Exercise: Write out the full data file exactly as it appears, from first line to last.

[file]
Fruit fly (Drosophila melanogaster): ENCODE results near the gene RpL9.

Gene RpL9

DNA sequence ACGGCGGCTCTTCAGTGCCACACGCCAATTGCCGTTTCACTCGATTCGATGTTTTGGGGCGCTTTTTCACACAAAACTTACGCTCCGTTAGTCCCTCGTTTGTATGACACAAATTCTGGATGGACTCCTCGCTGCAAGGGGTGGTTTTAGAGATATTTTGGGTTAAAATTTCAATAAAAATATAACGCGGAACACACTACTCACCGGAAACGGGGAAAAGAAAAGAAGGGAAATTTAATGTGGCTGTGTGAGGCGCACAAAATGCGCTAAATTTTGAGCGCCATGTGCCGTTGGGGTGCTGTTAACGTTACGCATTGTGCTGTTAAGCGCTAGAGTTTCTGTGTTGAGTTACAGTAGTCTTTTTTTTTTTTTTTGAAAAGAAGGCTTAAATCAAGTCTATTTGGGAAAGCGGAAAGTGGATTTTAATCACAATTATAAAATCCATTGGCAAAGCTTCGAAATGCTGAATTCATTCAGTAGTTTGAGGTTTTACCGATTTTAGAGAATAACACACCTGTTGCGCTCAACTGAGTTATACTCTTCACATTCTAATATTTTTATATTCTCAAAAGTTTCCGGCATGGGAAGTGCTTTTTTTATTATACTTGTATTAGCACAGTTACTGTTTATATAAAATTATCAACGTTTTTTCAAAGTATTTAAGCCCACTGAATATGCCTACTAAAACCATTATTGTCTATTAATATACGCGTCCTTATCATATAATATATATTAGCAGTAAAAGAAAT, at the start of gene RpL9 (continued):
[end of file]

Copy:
Fruit fly (Drosophila melanogaster): ENCODE results near the gene RpL9.

Gene RpL9

DNA sequence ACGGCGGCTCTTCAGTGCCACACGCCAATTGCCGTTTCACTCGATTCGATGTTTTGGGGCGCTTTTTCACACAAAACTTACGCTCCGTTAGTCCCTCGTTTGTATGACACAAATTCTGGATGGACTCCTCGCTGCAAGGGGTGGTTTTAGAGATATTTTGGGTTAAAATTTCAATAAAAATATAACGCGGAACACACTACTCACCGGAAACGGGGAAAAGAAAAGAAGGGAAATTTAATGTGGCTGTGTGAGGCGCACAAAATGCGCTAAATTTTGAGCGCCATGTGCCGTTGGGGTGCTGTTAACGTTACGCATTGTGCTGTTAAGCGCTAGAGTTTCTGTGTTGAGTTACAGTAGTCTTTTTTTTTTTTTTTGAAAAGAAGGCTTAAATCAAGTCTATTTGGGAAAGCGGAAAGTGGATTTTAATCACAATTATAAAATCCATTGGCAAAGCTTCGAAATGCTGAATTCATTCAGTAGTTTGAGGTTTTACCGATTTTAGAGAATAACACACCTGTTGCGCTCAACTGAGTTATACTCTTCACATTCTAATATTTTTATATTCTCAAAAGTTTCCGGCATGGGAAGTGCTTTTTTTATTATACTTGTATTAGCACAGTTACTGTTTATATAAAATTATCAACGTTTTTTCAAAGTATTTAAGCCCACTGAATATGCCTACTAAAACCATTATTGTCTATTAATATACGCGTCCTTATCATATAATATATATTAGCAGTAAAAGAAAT, at the start of gene RpL9 (continued):